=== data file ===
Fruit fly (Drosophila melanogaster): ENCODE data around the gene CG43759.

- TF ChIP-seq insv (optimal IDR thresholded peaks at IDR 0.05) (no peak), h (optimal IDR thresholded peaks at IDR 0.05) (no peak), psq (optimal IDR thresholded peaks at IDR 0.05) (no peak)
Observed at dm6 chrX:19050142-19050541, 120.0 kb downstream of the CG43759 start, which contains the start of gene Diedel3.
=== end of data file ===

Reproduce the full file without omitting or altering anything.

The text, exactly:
Fruit fly (Drosophila melanogaster): ENCODE data around the gene CG43759.

- TF ChIP-seq insv (optimal IDR thresholded peaks at IDR 0.05) (no peak), h (optimal IDR thresholded peaks at IDR 0.05) (no peak), psq (optimal IDR thresholded peaks at IDR 0.05) (no peak)
Observed at dm6 chrX:19050142-19050541, 120.0 kb downstream of the CG43759 start, which contains the start of gene Diedel3.